The last three years have seen a Swiss cannabis renaissance, with 200 new hemp stores opening across the nation, 50 of them in Zurich alone. As well as selling hemp clothing and hemp seed food, many of these enterprising new businesses have been selling marijuana from Swiss greenhouses as pot-pourri or herbal scent, labelled “not for consumption.”
Swiss law dictates that marijuana cannot be produced or sold for narcotic purposes, and the onus is on the state to prove illegal intent. Despite this, Bruno Hiltebrand, owner of a store called James Blunt, was charged with trafficking in marijuana as a narcotic. His store offered aromatic sachets of Swiss buds with names like “Lemon Skunk” and “Organic Northern Lights”.
Police claimed that “parents were upset that their children were spending their entire pocket money in these shops,” and also cited complaints about importation from their German and Italian counterparts.
Said Hiltebrand: “I don’t accept responsibility for misuse of the product. If the police catch a Porsche driver going over the speed limit, they don’t punish the car salesman. If we get a customer who says they want something to smoke, we tell them firmly that we don’t have anything to smoke, just aroma sachets.”
The judge didn’t buy it, and gave Hiltebrand a suspended 14 month sentence and a hefty fine. Hiltebrand is appealing of course, and the case will likely go to the Swiss Supreme Court within two years.
In the meantime, Swiss cops will undoubtedly start a crackdown on other hemp stores selling marijuana sachets, likely forcing many out of business.
High Times, Swiss bad times
Meanwhile, the High Times December 98 issue ran a blisteringly negative article about Christina Patterson and the Swiss Hemp Co, which was featured in CC#11 (CC in Cannabioland).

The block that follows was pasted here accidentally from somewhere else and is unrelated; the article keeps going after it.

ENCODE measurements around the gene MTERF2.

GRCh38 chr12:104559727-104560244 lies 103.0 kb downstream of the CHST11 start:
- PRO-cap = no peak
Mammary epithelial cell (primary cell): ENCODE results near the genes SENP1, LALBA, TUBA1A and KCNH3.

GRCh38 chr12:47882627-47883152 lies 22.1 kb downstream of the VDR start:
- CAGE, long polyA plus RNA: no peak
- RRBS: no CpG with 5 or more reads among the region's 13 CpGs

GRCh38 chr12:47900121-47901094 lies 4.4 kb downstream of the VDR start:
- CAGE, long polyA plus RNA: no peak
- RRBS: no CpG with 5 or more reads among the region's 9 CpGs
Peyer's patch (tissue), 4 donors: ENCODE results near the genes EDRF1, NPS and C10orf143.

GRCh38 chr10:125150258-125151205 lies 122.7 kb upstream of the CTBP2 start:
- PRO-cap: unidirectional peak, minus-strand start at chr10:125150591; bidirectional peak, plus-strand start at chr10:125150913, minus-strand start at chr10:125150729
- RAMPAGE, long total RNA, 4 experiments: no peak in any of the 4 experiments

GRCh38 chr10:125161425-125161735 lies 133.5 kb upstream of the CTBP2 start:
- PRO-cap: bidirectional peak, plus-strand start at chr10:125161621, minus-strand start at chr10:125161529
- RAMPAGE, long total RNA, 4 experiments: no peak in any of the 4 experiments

HT claims that Patterson callously sent a number of activists marijuana through the mail, thereby setting them up for arrest and persecution.
Apparently overconfident of their ability to get the pot through the US mail, and trusting in international laws which allow a medicine banned in one country to be imported from another, Patterson sent fat sacks of Swiss medicine to a number of US activists and med-pot patients, none of whom wanted to get pot through the mail, and many of whom were subsequently busted for importation.
The HT piece also quoted Ed Rosenthal as saying that all the Swiss pot was “bunk weed” grown from inferior stock. CC photographer Barge, who visited the Swiss fields in 1997, claims that although Swiss bud provided only a “mild, working high” the jars of extracted trichomes “made up for any deficiencies.”
Positive drug policy
Yet despite these problems on the cannabis scene, Swiss drug policy continues to move in a positive direction. Experiments involving legal prescription of heroin to addicts has met with unanimous and enthusiastic support from police, doctors and citizens alike.
Now a federal report has recommended that Switzerland conduct an experiment in “limited drugs decriminalisation” in some cities. The report has support from Social and Christian Democrat representatives, as well as members of the libertarian Radical Democratic Party, and also the right-wing Swiss People’s Party.
The Swiss Federal Health Office has already prepared a legislative proposal for the permanent decriminalisation of cannabis, cocaine and heroin. Federal Health Office director, Thomas Zeltner, said that “all substances should be treated the same” for legal purposes.
Despite this comment, Zeltner does not support decriminalizing trade and distribution of cannabis for drug purposes. If Switzerland is going to completely free the weed, they need a cannabis activist with good seed stock, lots of farm space, and a better understanding of how to successfully promote change without endangering others.